Tanker fire fight could have been avoided

May 02 2014

The attack on the 2007-built, 7,654 dwt products tanker ‘SP Brussels’ by pirates off Nigeria’s coast, which resulted in one seafarer being killed, could have been avoided, maritime security firm GoAGT said.

The Medallion Reedererei-managed tanker was attacked off Nigeria, during the evening of 29th April, as the ship sailed from Port Harcourt to Lagos. 

It was reported that the crew retreated to the citadel but two merchant seamen were unable to reach it. One of them was found dead during a search of the vessel and the second one was found hiding with minor injuries. Two of the attackers were killed during the exchange of gunfire with guards on board.

Nick Davis, GoAGT CEO, said: “This is a recognised high risk area. It is hugely important that shipping companies recognise the risks they are facing when in the Gulf of Guinea. The criminal gangs are well armed and will stop at nothing. Poorly trained, locally employed and under manned armed security teams are no match for the threat they are facing.

“While it is reported that the ‘Brussels’ had a citadel for the crew to shelter in, this can only be an effective and valid part of the vessels defence if the security team and the crew have trained hard in anti-piracy and citadel drills. This requires a security team that has a thorough knowledge of the ship and has established highly effective communications and co-ordination procedures with the crew. Only this way will they maintain an effective lookout that allows all the crew to react in time and achieve shelter in the citadel.

“In this case, it would appear that the locally employed armed security team were unable to secure all crew members in the citadel and one of the two unfortunate crew members who failed to make sanctuary was subsequently killed by the pirates. This was a very sad outcome and not one that any civilian merchant sailor should have to be subjected to in the normal course of a working day,” he said.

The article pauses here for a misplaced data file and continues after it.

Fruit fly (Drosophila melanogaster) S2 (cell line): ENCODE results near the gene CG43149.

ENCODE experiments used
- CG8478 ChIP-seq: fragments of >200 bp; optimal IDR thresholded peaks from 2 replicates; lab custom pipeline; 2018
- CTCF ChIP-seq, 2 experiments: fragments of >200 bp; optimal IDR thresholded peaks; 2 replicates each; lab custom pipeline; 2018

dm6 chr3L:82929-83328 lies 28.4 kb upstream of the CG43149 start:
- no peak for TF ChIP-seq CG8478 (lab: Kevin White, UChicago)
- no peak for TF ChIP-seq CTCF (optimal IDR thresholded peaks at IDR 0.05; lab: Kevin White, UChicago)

The incident happened just days after the Obangame Express 2014 maritime exercise concluded on 23rd April, which was aimed at providing African, European and Atlantic partner naval forces the opportunity to work together, refine tactics and improve co-operation in order to help Gulf of Guinea nations deter piracy and other maritime threats.

Davis warned: "With the end of this exercise it is likely we will see a drawdown in the active presence of the Nigerian Navy, perhaps allowing greater opportunity for maritime crime activity. Even during the exercise there were three incidents of piracy reported. This is certainly not the time for the shipping industry to relax its guard."

According to the Equasis database,‘SP Brussels’ flies the Marshall Islands flag and is classed with ClassNK. Her P&I club was reported to be Skuld.

GoAGT also recently carried out a maritime security survey in which nearly 50% of the shipping companies who took part said that they would only employ ISO/PAS 28007 certified companies.

Results indicated that nearly 50% of the organisations that responded think that ISO/PAS 28007 is an important factor when selecting a PMSC. The survey also indicated that quality of service ranked first among the key factors considered by shipping companies for selecting a PMSC, followed by reputation and price.

Gerry Northwood OBE, GoAGT COO, said: “While it is quite right that price is still an important factor when selecting a PMSC, it is good to see the industry is complementing this with a focus on quality of service. ISO/PAS 28007 will become more relevant in the future as it can only guarantee a more professional and regulated industry base.”

“International standards should be broadly adopted, especially at an EU level, where there are plenty of national regulations. With ISO/PAS 28007, we have an international standard and flag states should recognise this in order to sift the good from the bad, and to reduce the cost to the shipping companies,” he concluded. 

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